Project Q&A With: Pathways to Global Competence: A Badge System for Students
What are the 3 most important things about building a badge system you would share with another organization just getting started?
Our best advice to future badge system builders:
1. Maintain a clear focus on the learning targets your badges are designed to represent,
2. Learn from other members of the badge ecosystem, and
3. Keep the learner’s experience at the heart of your design process.
We have been able to develop and refine our Global Leadership Badge System based on Asia Society’s definition of global competence <http://asiasociety.org/education/partnership-global-learning/making-case/global-competence-prepare-youth-engage-world>.
Who were you addressing with your badge system design?
Asia Society’s Global Leadership Badges System is designed for secondary students, primarily grades 9-12.
What were your initial goals for the badges? Did those goals change at all throughout the design process?
The goal of our system is to provide a means for students to develop and certify their global competence in four areas: investigating the world, recognizing perspectives, communicating ideas, and taking action. The goals and target audience have remained consistent amid the evolution of other aspects of the system.
What types of badges are you using (participation, skill, certification, etc.)? Are there levels or pathways represented in your badges?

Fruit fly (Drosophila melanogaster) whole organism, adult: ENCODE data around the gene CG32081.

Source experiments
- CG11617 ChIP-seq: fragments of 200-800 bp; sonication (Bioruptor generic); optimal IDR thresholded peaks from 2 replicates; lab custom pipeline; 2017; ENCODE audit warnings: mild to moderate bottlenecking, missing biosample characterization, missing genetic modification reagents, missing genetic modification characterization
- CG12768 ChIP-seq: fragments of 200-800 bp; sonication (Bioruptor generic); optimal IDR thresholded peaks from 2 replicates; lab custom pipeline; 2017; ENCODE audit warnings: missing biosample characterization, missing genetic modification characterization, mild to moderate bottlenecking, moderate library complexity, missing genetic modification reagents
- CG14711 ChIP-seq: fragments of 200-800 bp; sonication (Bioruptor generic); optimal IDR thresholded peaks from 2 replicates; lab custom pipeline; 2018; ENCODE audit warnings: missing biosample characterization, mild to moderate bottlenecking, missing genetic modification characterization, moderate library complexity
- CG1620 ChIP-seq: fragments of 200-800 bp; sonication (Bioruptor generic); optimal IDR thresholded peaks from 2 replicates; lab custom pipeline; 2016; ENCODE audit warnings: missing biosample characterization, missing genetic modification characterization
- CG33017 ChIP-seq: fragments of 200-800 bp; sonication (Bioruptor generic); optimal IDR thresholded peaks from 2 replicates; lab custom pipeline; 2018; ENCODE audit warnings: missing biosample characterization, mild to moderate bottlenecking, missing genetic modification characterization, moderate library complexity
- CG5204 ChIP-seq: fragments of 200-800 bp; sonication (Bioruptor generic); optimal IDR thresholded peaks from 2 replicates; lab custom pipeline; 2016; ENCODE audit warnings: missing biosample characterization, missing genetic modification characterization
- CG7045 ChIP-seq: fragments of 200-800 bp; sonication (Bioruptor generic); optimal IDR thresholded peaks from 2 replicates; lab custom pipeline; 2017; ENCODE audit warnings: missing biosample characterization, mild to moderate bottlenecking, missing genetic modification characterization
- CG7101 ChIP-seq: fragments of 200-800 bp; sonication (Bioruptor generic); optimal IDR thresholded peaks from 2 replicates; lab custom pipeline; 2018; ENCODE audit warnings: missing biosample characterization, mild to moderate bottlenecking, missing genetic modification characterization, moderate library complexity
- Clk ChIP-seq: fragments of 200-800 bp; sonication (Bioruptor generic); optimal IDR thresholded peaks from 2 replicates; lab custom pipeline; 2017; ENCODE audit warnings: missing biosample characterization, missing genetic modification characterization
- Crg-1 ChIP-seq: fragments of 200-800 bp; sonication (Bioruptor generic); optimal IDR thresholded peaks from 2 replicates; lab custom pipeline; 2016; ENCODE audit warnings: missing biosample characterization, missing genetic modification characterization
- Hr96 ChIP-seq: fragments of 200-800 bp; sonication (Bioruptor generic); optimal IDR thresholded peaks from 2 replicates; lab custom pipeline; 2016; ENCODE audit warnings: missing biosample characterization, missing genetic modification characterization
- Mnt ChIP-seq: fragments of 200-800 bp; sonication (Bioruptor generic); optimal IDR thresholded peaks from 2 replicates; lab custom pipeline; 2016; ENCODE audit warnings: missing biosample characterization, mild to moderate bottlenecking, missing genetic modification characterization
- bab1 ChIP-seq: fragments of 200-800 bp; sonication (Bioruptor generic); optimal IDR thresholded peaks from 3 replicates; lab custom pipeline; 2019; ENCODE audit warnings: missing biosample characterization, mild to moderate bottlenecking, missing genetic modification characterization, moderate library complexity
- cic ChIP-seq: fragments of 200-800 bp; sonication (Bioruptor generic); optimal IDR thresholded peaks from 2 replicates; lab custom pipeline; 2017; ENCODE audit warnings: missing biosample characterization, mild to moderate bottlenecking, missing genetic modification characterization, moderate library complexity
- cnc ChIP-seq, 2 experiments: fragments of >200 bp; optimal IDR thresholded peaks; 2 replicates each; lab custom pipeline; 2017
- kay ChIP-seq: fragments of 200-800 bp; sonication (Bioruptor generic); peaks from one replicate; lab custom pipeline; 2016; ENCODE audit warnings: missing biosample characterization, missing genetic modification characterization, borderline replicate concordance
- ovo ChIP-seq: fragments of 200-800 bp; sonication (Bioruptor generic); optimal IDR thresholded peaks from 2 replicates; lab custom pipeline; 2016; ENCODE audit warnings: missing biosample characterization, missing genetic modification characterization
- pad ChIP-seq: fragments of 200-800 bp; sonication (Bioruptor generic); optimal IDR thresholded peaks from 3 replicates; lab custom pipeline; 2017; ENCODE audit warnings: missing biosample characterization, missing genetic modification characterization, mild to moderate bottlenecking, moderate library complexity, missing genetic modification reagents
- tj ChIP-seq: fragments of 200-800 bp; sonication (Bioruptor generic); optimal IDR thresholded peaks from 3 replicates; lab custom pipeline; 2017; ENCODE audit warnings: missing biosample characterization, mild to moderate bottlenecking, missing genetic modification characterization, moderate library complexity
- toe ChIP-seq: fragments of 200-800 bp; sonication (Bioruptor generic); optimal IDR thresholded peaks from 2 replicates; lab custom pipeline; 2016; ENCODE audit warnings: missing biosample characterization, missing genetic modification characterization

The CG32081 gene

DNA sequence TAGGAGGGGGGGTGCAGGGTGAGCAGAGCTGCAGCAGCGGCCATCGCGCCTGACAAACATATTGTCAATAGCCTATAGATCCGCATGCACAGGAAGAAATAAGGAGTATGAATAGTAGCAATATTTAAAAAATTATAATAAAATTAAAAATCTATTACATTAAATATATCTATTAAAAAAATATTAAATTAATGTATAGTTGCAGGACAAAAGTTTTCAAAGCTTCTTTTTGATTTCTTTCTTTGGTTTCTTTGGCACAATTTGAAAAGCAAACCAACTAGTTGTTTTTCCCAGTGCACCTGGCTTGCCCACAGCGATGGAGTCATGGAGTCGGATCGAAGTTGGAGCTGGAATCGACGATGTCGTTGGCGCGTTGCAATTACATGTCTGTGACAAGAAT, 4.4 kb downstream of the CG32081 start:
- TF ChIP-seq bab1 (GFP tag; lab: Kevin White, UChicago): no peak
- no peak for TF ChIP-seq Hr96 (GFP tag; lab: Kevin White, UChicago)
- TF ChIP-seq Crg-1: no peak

The Global Leadership Badge System is primarily a proficiency-based system with a final task leading to the ultimate certification: Global Leader Badge. A student earns the first four competency badges – Global Researcher, Global Integrator, Global Communicator, and Global Contributor – by completing Global Leadership Challenges that address one or more indicators from among Asia Society’s Global Leadership Performance Outcomes. After completing each Challenge, the student must upload evidence of his/her accomplishments to his/her digital portfolio and write a reflection describing how this experience helped him/her develop the targeted areas of global leadership.
To demonstrate proficiency in a given domain of Global Leadership – investigating the world, recognizing perspectives, communicating ideas, and taking action – a student must earn three scores of Proficient/College Ready or higher on each of the four Performance Outcomes associated with that domain. If at least two trained educators rate the student’s work as Proficient/College Ready or higher on the Asia Society Global Leadership Rubric, the student will achieve milestones towards the corresponding badge(s). One of the two trained educators who rate the student’s work can be the student’s teacher; the other must be an educator in another ISSN school.
Students will work on all four badges simultaneously and may complete them in any order. Earning all four badges unlocks the Final Challenge, which enables the student to earn the Global Leader Badge (See Figure 1). The Final Challenge is a public exhibition of the student’s portfolio that highlights the accomplishments that led to each badge and presents a synthesis and reflection on his/her development as a globally competent youth leader. If the student’s exhibition is rated as Proficient/College Ready or higher by at least two trained educators, he or she will earn the Global Leader Badge.
What pedagogies (if any) informed the learning and badge system design?
Pedagogies that informed the design of our badge system include experiential learning, performance assessment, and proficiency-based pathways.
What are three things you learned about badge system design? What would you do differently if you were to start over?